Busyness besieges our lives. To do lists grow. Calendars overflow. Voices constantly chatter. We are always connected, yet always on the cusp of empty. Everything wars for our attention. We ride a

never-ending rollercoaster: frenetic, overstimulated, yet hollow, stressed, and starved.

In the book of Isaiah, we glimpse a better way: “This is what the Sovereign Lord, the Holy One of Israel, says: ‘In repentance and rest is your salvation, in quietness and trust is your strength...’” (Isaiah 30:15). Repentance, rest, quietness, and trust lead us to what our busyness, noisiness, and self-drivenness can never achieve.


For nearly two millennia, followers of Christ have relied on two interrelated practices to cultivate prayer amid the dehumanizing tug-of-war of daily life: Solitude and Silence.


Solitude simply means being alone for a set amount of time for the express purpose of being alone with God in prayer. We give up the presence of others for a time to cultivate our awareness of the presence of God.


Silence is simply making the conscious choice to remain still and quiet for a set time in order to turn our undivided attention to God, to listen to the quiet while staying prayerfully attentive.


These practices are not about fixing ourselves or our circumstances. Instead, they allow us to be ourselves without hurry or self-criticism before God. If there is any fixing to do, God will do it in God’s timing. Our role is simply to be present to God: “Be still, and know that I am God; I will be exalted among the nations, I will be exalted in the earth” (Psalm 46:10).

Practicals for solitude and silence

  • Although solitude and silence are conceptually separate practices, they are perfectly suited to be exercised together. Here is a description of what that might look like.
  • Overall, start small. Begin by practicing 5 minutes or 10 minutes per day. Try it for a week.
  • Find a calm place, where you can be alone without interruption. Turn off televisions and computers. Put phones on silent, out of sight, and if necessary in another room. If it helps, close the blinds and turn off the lights.
  • Pick a posture that will help you focus or that helps communicate your prayer with your body. This might mean sitting in a chair or on the floor, but it can also mean lying prostrate, sitting on your knees, or standing reverently. You might have your hands in your lap or lifted in surrender.
  • Take a few deep breathes and allow yourself to remember that God is present to you and all your circumstances, choices, and cares. Do you find yourself resistant? Bored? Confused? You might notice that you’re physically tired or tense. Acknowledge to God whatever you’re feeling.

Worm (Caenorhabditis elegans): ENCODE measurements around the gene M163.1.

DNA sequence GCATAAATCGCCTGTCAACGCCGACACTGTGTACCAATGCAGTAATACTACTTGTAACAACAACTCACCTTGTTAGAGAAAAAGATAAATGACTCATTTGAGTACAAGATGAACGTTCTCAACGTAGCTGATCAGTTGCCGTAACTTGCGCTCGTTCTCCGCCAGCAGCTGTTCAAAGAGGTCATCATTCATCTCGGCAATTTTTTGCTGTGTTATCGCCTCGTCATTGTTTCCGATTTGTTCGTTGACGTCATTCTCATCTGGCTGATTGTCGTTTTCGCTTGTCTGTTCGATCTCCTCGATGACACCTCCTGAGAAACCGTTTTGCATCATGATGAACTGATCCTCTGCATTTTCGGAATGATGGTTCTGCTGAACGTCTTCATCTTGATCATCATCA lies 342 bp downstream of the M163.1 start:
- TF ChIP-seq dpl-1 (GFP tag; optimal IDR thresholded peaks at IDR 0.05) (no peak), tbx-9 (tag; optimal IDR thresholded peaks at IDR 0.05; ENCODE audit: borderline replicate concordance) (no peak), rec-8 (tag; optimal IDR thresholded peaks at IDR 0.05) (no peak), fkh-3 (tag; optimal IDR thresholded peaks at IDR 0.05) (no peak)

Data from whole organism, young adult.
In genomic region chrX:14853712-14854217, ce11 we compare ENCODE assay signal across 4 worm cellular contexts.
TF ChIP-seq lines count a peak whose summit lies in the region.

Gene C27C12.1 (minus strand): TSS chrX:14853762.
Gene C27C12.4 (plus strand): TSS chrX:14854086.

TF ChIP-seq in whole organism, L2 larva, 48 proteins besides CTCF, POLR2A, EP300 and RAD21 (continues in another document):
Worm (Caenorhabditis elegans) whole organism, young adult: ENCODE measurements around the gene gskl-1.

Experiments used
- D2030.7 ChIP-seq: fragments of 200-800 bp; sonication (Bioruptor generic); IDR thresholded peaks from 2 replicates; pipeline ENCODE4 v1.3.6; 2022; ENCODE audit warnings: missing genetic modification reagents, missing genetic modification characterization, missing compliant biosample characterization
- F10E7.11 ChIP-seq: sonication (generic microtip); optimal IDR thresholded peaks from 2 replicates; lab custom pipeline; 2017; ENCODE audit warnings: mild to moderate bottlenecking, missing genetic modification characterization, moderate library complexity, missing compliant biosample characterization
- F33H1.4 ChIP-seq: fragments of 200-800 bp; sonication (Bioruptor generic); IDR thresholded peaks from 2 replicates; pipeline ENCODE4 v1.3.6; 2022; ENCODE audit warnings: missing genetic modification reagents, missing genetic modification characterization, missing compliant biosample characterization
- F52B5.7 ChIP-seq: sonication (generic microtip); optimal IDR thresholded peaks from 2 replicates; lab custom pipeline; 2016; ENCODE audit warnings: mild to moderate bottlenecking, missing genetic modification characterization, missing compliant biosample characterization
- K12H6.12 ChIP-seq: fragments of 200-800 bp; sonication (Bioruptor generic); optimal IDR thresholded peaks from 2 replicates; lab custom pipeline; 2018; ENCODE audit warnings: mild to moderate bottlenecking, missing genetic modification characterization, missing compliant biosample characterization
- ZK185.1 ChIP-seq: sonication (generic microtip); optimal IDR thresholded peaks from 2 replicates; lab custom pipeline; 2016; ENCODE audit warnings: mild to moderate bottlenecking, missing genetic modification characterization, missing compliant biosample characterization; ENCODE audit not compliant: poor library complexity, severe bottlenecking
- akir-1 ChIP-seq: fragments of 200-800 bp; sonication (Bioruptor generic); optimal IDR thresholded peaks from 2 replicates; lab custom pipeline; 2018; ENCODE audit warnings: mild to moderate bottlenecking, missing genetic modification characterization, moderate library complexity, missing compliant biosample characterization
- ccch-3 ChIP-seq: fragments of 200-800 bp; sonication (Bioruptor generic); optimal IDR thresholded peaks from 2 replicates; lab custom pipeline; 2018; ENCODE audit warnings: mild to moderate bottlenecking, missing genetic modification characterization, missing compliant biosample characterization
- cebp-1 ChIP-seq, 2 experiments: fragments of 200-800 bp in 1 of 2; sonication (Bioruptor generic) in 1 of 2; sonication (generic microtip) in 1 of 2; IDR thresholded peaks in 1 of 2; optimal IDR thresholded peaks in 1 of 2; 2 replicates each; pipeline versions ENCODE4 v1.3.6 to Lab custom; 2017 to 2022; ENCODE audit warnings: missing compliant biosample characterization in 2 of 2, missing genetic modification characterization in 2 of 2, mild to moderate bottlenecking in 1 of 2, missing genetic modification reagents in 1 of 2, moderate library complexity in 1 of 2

• You will quickly notice your mind at work, and most likely it will be spinning relentlessly. Remember that your mind has been trained to spin by grasping and solving, but in solitude and silence there is nothing to grasp and no problem to solve.
  • In God’s presence, you have no need to accomplish anything, reach anything, prove anything, or decide anything. This is time to BE with God. Now-sit and breathe. Just sit and breathe.
  • Distraction is a normal part of solitude and silence. Prepare a word or very short phrase as a prayer that will help you turn your attention back to God. Some suggestions include simply saying the name of Jesus or “Lord, have mercy on me.” Brennan Manning advocated praying “Abba, I belong to you.” The writer Ruth Haley Barton has used the words, “Lord, here I am.” It can be a word or phrase from the Bible or from a written prayer. Whatever you choose, let it be something that helps express yourself honestly to God.
  • When you come to an end of the time, offer thanks, perhaps read a psalm, or respond to what God has shown or spoken to you. Resist the urge to scrutinize. Allow yourself to experience whatever you did or didn’t.

A few things to remember about solitude and silence

• Practicing solitude and silence can seem rather stark: sitting by ourselves quietly, doing little else but redirecting our distracted attention back to God. But that stark simplicity is what makes these spiritual practices so profound. Solitude and silence disarm us to be ourselves-to simply be-with God. 

• For some, practicing solitude and silence happens more easily outside in nature or during physical exercise or both.


• It is not easy to be alone and quiet for long stretches of time. You might find yourself hesitant, reluctant, or even dreading the moment. These are normal feelings and, in fact, are good places to begin from. It is always appropriate to ask a pastor or spiritual companion for insight or encouragement.